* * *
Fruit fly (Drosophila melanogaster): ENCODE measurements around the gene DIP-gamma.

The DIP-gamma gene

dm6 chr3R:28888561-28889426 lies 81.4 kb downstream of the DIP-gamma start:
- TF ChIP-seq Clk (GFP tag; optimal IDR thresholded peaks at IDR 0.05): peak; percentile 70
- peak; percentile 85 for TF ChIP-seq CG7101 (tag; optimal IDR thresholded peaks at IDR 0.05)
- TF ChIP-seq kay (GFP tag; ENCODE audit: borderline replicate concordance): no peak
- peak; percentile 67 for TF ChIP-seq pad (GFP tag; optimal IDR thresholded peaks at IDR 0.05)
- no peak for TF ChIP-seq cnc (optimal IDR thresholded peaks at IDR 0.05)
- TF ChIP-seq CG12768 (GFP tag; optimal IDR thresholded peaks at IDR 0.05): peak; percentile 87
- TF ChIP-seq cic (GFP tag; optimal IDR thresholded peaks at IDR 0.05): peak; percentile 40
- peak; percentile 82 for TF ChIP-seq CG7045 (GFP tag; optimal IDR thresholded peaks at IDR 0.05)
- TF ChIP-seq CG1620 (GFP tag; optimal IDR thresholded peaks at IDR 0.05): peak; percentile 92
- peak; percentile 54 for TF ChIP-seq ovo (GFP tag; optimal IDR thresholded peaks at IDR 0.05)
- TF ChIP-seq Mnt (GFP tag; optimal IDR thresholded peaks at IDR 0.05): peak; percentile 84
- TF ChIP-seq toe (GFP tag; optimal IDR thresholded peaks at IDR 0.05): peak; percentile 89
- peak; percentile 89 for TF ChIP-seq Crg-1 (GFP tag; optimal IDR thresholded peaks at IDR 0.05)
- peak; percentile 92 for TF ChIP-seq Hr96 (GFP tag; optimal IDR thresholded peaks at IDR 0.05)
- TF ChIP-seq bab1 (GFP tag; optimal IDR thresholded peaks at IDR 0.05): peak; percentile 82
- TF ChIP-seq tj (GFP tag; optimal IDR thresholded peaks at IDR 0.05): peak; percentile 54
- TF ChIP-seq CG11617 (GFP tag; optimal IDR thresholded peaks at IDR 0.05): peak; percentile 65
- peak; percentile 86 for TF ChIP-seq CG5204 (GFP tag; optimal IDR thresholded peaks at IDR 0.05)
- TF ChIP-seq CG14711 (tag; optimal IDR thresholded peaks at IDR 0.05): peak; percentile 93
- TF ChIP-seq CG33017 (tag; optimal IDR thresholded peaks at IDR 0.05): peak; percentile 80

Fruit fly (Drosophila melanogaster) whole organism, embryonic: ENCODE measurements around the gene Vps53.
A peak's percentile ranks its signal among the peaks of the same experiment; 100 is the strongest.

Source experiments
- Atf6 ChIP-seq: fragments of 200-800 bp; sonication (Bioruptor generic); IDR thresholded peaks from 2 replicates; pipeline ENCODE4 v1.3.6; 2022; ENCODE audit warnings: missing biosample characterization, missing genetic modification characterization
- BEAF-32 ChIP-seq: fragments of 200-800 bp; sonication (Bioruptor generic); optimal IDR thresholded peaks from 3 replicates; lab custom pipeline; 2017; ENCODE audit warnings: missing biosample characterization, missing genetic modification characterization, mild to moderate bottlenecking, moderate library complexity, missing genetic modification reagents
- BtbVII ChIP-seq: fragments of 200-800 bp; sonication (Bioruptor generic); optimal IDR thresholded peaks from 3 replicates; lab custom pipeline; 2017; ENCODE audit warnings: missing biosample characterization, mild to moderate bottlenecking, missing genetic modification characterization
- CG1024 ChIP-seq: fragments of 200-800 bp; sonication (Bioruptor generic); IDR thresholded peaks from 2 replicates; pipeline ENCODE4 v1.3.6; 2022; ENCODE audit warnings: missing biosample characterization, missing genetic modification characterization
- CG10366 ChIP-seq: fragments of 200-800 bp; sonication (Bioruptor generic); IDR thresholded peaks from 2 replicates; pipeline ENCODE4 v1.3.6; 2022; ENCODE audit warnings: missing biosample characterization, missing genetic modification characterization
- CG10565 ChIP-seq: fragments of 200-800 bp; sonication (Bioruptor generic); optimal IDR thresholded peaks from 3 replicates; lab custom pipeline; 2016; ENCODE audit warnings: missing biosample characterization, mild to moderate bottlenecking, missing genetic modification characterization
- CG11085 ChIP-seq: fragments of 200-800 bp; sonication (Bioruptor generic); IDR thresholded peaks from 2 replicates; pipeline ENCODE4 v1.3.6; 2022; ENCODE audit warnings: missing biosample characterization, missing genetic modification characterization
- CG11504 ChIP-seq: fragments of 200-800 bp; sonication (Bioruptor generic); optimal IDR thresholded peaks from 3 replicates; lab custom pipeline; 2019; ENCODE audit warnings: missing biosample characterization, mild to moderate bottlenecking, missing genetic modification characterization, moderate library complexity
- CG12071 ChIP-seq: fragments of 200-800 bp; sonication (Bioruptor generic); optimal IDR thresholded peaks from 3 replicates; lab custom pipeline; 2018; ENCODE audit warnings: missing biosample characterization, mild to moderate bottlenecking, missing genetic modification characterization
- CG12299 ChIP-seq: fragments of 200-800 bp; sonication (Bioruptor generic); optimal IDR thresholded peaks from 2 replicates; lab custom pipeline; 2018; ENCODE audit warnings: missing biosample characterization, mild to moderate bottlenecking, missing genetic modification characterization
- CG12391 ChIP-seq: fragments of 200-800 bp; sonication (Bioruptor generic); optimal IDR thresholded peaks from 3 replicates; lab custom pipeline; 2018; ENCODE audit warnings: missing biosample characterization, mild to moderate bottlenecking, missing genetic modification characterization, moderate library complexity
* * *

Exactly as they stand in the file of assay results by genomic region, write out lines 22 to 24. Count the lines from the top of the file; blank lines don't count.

- TF ChIP-seq CG14711 (tag; optimal IDR thresholded peaks at IDR 0.05): peak; percentile 93
- TF ChIP-seq CG33017 (tag; optimal IDR thresholded peaks at IDR 0.05): peak; percentile 80

Fruit fly (Drosophila melanogaster) whole organism, embryonic: ENCODE measurements around the gene Vps53.